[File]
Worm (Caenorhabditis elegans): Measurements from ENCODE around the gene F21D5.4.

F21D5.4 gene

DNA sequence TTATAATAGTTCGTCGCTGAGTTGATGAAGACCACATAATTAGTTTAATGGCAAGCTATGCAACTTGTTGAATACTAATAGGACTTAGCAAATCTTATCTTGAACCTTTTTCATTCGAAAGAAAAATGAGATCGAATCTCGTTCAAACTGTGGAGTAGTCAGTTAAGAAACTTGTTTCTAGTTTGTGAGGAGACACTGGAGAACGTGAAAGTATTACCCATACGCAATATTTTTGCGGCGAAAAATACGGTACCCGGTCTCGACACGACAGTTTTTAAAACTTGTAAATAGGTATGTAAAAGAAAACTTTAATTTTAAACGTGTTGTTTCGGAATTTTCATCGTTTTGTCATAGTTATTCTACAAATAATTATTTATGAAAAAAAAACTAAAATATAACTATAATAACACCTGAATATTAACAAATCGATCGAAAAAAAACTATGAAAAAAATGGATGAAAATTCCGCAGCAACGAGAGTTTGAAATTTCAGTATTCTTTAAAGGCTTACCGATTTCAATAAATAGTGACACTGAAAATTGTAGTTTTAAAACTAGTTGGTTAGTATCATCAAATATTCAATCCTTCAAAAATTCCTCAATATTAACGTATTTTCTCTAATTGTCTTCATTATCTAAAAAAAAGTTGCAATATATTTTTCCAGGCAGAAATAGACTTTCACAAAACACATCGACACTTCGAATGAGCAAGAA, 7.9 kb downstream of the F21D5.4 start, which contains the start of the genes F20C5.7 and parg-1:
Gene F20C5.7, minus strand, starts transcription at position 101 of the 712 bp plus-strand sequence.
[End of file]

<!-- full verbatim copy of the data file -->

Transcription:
Worm (Caenorhabditis elegans): Measurements from ENCODE around the gene F21D5.4.

F21D5.4 gene

DNA sequence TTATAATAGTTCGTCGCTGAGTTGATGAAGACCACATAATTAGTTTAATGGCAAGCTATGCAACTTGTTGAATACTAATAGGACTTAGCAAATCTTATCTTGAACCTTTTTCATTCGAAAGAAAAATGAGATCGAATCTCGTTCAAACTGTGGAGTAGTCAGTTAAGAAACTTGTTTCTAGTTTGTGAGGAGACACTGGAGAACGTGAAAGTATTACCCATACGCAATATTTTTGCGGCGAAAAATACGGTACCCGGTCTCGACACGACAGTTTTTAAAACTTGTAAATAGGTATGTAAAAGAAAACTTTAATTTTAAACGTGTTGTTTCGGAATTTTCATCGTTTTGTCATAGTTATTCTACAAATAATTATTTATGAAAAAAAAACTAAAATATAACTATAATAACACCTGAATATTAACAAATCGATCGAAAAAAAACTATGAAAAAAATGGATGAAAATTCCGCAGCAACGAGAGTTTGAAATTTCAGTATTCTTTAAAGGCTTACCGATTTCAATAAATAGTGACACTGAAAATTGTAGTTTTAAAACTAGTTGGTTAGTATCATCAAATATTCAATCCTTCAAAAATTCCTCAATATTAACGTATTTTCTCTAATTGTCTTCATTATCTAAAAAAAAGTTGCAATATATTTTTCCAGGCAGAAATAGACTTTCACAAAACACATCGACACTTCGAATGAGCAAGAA, 7.9 kb downstream of the F21D5.4 start, which contains the start of the genes F20C5.7 and parg-1:
Gene F20C5.7, minus strand, starts transcription at position 101 of the 712 bp plus-strand sequence.